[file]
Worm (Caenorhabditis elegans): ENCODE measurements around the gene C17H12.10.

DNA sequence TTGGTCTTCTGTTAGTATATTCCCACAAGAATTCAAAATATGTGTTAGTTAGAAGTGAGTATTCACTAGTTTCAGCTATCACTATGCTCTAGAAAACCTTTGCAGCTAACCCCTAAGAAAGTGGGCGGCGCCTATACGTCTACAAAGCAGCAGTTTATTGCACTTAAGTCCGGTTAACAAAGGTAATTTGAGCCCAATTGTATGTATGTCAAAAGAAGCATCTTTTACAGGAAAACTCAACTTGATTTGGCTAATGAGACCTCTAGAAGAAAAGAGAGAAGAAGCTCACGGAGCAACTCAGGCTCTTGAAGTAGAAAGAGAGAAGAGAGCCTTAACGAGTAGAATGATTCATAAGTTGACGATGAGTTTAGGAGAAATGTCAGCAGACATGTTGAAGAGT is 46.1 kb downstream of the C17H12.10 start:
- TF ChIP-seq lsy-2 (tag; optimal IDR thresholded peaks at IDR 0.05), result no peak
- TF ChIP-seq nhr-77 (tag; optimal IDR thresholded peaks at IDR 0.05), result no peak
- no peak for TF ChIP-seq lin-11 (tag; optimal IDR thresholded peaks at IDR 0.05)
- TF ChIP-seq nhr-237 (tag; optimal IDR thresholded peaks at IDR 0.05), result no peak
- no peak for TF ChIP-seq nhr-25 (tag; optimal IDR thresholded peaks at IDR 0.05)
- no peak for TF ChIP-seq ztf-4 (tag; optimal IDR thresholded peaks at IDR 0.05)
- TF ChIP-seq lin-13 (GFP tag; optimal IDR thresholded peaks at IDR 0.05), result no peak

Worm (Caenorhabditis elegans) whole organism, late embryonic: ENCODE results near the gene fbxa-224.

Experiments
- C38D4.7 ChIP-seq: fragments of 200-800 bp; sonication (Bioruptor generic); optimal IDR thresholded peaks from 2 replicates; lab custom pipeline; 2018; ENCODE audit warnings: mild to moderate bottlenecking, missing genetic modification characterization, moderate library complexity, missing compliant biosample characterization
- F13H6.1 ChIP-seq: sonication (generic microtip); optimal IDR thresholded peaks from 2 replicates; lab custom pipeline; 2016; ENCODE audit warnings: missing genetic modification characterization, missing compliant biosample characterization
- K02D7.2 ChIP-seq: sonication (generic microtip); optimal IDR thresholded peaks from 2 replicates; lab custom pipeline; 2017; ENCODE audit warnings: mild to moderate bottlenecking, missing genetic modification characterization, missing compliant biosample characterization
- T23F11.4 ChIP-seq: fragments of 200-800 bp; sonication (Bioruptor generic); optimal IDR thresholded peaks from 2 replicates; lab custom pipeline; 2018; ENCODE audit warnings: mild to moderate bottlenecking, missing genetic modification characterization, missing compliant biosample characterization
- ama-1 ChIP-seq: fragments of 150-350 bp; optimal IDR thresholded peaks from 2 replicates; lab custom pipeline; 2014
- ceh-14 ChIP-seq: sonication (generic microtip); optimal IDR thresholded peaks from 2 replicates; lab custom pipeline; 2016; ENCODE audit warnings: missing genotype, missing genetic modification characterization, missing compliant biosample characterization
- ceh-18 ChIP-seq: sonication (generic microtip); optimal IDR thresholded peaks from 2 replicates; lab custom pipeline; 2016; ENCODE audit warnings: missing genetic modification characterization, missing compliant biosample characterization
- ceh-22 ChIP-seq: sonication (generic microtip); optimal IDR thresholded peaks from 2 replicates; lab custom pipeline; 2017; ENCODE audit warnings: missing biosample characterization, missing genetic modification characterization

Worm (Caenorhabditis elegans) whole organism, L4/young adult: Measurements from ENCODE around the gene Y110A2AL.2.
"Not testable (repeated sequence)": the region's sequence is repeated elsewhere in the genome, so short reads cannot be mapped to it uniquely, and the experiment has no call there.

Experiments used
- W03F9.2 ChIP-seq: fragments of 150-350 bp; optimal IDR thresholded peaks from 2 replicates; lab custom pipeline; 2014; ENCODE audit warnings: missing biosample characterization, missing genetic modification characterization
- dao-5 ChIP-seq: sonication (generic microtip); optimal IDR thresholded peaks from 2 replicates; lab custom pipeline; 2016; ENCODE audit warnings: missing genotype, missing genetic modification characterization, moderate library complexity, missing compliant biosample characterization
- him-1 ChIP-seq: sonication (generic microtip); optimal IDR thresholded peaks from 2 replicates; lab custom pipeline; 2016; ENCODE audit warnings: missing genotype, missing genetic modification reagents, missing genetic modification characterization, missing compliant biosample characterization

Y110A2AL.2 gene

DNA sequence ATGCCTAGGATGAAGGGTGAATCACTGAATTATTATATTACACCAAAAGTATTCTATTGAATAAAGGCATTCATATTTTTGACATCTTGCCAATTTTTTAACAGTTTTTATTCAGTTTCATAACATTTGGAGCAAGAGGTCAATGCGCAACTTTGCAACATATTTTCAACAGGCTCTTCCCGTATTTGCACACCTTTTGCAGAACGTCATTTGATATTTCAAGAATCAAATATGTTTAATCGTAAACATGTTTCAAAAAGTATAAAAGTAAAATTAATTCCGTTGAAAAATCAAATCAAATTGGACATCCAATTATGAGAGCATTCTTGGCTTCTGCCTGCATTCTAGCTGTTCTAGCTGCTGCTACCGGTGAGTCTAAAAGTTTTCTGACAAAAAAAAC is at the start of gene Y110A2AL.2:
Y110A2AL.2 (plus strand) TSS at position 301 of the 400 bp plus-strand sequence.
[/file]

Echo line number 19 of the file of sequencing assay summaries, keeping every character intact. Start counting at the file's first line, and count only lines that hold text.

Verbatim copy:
- ceh-22 ChIP-seq: sonication (generic microtip); optimal IDR thresholded peaks from 2 replicates; lab custom pipeline; 2017; ENCODE audit warnings: missing biosample characterization, missing genetic modification characterization